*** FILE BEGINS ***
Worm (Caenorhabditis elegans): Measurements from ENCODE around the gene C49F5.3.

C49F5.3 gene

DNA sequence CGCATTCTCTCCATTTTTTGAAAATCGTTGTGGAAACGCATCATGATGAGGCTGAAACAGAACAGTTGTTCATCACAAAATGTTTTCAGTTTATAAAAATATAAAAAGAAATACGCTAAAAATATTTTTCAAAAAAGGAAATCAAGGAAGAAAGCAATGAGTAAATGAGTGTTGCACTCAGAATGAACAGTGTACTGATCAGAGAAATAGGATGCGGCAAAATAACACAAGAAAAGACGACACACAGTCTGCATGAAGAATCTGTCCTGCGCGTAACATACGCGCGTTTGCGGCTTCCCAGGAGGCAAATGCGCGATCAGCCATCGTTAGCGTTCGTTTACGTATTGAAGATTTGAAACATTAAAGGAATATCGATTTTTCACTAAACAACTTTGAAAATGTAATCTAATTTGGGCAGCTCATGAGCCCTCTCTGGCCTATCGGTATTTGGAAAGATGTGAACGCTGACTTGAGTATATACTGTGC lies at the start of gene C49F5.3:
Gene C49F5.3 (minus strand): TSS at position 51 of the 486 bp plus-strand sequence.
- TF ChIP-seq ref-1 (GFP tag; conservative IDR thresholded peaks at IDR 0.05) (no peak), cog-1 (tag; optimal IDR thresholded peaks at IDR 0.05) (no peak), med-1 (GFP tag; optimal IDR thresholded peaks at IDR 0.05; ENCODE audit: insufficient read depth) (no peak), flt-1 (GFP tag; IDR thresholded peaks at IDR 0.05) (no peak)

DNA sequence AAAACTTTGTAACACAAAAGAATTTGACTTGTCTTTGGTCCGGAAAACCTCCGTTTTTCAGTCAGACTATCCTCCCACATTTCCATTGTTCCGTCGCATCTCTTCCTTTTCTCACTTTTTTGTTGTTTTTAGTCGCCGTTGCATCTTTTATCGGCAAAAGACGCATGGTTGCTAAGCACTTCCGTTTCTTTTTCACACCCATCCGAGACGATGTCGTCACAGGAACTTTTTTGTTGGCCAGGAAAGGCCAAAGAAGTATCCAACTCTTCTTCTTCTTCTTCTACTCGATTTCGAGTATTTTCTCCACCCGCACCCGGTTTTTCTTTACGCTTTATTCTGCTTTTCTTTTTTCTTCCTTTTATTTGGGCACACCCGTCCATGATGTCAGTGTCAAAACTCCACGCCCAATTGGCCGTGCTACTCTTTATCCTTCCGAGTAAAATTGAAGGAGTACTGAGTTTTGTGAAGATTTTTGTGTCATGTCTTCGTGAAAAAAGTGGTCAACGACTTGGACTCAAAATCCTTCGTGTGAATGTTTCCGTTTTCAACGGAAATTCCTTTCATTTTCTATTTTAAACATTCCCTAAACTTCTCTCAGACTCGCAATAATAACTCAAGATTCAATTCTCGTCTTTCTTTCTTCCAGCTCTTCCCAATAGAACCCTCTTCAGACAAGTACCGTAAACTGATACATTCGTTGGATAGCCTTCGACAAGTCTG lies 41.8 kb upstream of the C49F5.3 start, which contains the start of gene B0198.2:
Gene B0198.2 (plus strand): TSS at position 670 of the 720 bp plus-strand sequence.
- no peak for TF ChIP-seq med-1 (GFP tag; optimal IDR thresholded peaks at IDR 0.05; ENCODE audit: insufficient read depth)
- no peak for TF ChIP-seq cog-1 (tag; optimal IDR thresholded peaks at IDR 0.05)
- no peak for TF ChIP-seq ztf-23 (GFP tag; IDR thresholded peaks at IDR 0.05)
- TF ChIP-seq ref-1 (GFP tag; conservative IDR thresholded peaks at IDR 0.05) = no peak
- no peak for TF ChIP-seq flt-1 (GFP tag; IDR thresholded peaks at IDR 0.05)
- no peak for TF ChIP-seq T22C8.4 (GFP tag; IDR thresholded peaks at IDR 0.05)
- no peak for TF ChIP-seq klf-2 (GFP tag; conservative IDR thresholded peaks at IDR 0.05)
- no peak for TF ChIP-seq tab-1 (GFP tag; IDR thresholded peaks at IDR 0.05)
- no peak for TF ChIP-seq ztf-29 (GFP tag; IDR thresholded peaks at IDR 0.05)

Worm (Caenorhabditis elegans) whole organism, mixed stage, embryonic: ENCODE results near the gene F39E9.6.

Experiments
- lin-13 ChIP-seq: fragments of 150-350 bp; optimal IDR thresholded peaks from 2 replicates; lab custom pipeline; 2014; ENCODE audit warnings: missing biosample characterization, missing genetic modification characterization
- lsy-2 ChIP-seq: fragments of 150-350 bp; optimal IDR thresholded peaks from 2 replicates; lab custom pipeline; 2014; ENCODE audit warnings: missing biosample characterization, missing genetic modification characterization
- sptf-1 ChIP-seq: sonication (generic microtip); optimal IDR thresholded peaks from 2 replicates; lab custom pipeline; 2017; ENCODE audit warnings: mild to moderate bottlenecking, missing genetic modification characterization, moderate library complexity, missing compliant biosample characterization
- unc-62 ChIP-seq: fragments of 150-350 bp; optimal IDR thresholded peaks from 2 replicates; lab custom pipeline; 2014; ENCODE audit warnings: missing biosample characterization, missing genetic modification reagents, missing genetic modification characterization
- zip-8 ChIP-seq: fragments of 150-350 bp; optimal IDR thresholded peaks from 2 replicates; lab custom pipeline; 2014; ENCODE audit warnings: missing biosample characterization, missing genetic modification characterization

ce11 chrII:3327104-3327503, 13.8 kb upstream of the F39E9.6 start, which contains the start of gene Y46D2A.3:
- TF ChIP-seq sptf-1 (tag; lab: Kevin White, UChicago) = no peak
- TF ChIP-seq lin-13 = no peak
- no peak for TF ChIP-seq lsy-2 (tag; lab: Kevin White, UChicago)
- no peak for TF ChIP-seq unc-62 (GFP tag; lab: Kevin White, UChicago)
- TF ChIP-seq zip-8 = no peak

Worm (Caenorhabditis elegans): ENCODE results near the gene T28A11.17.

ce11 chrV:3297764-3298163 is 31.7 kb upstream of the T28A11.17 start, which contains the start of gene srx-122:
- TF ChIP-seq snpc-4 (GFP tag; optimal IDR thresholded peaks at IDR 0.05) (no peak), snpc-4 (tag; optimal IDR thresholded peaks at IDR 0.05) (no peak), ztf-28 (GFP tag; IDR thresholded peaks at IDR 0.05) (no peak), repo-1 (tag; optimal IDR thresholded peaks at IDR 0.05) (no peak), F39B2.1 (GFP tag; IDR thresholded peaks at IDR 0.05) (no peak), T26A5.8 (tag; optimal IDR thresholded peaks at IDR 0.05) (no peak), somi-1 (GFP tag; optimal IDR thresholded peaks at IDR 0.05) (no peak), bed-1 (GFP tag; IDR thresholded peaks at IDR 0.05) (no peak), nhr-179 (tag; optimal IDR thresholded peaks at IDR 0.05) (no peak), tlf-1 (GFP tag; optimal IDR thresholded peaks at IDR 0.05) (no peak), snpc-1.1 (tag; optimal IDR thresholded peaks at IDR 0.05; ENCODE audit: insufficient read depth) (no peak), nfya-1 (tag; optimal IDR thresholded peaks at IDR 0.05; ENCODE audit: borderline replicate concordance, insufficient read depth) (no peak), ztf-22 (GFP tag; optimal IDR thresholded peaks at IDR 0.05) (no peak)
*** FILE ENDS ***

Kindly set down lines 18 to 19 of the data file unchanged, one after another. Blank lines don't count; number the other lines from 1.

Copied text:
Experiments
- lin-13 ChIP-seq: fragments of 150-350 bp; optimal IDR thresholded peaks from 2 replicates; lab custom pipeline; 2014; ENCODE audit warnings: missing biosample characterization, missing genetic modification characterization